But just think: what is the purpose of a movie awards ceremony? Whether positive or negative, it’s to cast light upon cinematic highlights of the last year in cinema. Look at recent Best Picture winners at the Oscars: The Hurt Locker and The Artist are not movies that would have found such large audiences if they hadn’t been so bally-hooed during awards season.

The nominations for Breaking Dawn Part 2 actually do uphold this purpose for the Golden Raspberries, irrespective of how predictable they’ve become; the worst I would ever say about the final Twilight film is that it was so bad, it’s good, and if these nominations convince anyone to watch and enjoy the bonkers final battle, or Michael Sheen’s gloriously camp performance, then there’s a point to bringing it up so frequently in this ballot.

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On the other hand, you let us know in the comments, if you saw That’s My Boy in the cinema, or if you didn’t already know that Adam Sandler’s comedies have long since aimed for the lowest common denominator. We all knew that film would be bad – what film can pull back from the colossal misjudgement of basing a comedy movie on a statutory rape scene? And to this writer, at least, there is no bad movie worse than a bad comedy.

Nicolas Cage seems to get nominated for everything he does, too, and sure enough, for his work in both Ghost Rider: Spirit Of Vengeance and Seeking Justice, (released in the UK in 2011 as Justice) he’s gleaned his annual Worst Actor nomination. At least Cage giving a poor show usually brings some entertainment, as in the already infamous “scraping at the do-hooor!” interrogation scene from Ghost Rider. The film may not be worth checking out, but you can still have some laughs at that scene.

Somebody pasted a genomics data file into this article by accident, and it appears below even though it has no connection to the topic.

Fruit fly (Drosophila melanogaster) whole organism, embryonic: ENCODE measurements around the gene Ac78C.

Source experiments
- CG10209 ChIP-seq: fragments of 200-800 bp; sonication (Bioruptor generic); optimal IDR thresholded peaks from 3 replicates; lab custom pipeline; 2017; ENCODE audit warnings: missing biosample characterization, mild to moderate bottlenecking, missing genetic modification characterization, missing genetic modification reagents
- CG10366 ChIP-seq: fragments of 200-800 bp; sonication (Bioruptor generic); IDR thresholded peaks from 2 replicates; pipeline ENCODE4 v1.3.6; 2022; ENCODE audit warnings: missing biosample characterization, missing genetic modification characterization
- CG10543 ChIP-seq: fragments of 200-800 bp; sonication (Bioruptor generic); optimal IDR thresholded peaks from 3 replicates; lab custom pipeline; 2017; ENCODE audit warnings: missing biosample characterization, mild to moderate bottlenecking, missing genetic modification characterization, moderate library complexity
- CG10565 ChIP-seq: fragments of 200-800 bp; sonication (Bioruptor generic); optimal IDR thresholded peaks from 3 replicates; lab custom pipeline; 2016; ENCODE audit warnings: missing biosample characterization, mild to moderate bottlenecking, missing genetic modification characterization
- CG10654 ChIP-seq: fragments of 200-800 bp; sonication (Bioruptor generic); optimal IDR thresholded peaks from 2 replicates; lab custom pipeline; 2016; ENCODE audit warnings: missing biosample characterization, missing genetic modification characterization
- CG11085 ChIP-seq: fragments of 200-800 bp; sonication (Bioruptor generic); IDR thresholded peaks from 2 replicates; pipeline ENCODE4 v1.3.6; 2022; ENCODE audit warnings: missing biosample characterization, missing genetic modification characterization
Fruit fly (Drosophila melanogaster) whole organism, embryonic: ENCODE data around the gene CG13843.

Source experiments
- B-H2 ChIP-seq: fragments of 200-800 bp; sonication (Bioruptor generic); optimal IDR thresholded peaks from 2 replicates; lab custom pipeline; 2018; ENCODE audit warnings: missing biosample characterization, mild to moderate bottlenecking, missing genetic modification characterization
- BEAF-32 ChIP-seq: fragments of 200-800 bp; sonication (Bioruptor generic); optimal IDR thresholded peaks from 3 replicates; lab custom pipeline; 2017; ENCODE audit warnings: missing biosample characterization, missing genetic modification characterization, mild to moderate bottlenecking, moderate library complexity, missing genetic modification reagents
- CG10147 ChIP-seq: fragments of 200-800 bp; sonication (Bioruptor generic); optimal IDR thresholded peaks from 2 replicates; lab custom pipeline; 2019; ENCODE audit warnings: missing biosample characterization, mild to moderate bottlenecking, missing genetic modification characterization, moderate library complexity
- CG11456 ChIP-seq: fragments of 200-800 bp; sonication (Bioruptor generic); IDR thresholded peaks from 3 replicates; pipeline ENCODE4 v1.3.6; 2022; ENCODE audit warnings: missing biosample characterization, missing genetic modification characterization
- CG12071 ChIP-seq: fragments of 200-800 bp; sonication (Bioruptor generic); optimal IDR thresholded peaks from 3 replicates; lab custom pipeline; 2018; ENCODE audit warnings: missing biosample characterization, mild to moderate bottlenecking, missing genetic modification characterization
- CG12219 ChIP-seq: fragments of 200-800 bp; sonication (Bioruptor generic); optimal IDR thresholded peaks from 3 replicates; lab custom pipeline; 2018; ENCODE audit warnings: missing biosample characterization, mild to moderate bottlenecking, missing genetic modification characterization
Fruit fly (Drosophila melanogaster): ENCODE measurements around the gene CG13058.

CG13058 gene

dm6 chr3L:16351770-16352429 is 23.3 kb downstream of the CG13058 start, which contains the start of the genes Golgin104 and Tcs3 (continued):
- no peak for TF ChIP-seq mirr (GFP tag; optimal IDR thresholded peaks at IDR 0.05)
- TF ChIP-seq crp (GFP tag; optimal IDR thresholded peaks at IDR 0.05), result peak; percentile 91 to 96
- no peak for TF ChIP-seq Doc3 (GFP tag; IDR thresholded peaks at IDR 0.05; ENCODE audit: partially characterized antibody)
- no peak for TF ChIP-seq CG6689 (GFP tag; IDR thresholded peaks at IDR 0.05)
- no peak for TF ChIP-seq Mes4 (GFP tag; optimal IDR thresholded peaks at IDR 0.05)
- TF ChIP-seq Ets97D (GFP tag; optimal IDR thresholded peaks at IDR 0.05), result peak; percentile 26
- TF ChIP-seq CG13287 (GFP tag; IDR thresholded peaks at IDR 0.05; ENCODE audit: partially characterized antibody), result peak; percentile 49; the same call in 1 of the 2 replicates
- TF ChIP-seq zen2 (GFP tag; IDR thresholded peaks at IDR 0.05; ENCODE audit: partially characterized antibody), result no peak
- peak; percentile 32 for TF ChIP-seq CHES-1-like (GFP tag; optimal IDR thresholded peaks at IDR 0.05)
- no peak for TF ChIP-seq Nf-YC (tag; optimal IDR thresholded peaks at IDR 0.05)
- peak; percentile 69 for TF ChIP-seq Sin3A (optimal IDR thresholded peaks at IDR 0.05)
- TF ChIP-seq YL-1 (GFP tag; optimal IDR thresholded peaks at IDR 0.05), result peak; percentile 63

One of the chosen nominees for Worst Picture, The Oogieloves In The Big Balloon Adventure, only seems to have made the list because it’s already gathering support as a cult classic. The box office flop was an ‘interactive film’ aimed at very young children, which inexplicably features cameos from Cary Elwes and Chazz Palminteri. From all I’ve heard about its surreal awfulness, this is actually the kind of bad film I’d be morbidly curious about seeing, and the kind of bad that the Razzies would do better to highlight.

It even feels like the whole thing would be just a bit more fun if they went after the bad elements of films that weren’t necessarily awful. In our news piece on the announcement, we mentioned Fifield and Milburn from Prometheus, (one got lost in structures he was supposed to be mapping, and the other didn’t understand personal boundaries with evil-looking space cobras) for Worst Couple. Divisive as it was, Prometheus certainly doesn’t rank amongst the worst films of the year, but Fifield and Milburn were just crap: that’s the kind of oversight we’re talking about.

If it’s all in good fun, it’s hardly like the awards have some cathartic punishment value for making crap. Sandler has ‘won’ year after year; like most of the dubious victors, he doesn’t attend the ceremony to pick up his awards, nor does he straighten up and fly right with his subsequent career choices. It’s just as subjective as the Oscars or the Golden Globes, with Sandler’s Happy Madison being the Razzies’ answer to the gold-scooping Weinstein Company.

It may well be that Breaking Dawn Part 2 pulls off the stinky equivalent of The Return Of The King‘s 2003 awards sweep, seeing as how its franchise has been nominated almost every year and not yet won anything. But when the anti-Oscars become just as predictable as its strait-laced counterpart, some of the fun has been sucked out of it.

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What are your thoughts on the Golden Raspberry nominations for 2013? Did the GRAF miss out on the movie you liked least? What was the biggest guilty pleasure you had in the cinema last year? Share your comments below!